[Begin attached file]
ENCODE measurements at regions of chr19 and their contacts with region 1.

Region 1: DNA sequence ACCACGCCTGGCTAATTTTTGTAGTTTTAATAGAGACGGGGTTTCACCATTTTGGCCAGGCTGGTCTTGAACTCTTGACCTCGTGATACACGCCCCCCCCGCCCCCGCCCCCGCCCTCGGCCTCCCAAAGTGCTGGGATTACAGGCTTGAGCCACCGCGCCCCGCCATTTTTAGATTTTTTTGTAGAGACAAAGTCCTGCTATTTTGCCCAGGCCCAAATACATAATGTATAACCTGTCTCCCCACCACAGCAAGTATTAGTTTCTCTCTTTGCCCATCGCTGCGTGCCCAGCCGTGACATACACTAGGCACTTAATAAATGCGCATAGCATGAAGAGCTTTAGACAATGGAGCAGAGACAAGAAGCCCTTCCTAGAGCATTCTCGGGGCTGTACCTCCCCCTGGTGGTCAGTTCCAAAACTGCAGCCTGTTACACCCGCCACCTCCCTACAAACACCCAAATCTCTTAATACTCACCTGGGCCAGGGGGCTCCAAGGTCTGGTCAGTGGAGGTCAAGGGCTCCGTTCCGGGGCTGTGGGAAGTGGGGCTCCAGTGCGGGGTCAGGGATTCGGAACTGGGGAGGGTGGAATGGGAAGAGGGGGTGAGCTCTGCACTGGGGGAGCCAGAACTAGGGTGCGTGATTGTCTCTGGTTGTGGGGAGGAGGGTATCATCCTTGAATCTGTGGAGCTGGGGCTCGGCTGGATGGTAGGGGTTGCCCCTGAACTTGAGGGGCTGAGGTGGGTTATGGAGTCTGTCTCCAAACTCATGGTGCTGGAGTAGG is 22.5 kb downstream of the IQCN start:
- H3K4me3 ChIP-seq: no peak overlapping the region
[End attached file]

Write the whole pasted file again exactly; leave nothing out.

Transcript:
ENCODE measurements at regions of chr19 and their contacts with region 1.

Region 1: DNA sequence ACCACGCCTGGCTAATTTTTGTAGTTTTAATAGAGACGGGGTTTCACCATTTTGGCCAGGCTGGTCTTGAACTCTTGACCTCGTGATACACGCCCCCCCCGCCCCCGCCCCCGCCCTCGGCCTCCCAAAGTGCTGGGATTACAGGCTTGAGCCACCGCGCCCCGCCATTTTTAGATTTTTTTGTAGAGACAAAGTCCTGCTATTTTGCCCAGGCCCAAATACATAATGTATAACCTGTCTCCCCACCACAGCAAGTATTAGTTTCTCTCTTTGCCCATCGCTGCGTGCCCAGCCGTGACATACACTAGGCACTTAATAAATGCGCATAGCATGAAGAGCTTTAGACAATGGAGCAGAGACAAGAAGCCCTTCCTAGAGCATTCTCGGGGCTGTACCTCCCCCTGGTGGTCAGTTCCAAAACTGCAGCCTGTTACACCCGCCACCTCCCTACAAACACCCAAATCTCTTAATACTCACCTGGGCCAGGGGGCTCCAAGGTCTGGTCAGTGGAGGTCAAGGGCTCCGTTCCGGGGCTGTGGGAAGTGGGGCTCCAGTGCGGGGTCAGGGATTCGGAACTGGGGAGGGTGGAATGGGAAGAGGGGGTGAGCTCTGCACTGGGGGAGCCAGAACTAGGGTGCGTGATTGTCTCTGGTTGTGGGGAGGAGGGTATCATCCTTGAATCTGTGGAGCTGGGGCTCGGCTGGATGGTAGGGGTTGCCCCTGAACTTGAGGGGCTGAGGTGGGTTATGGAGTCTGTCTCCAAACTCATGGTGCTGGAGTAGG is 22.5 kb downstream of the IQCN start:
- H3K4me3 ChIP-seq: no peak overlapping the region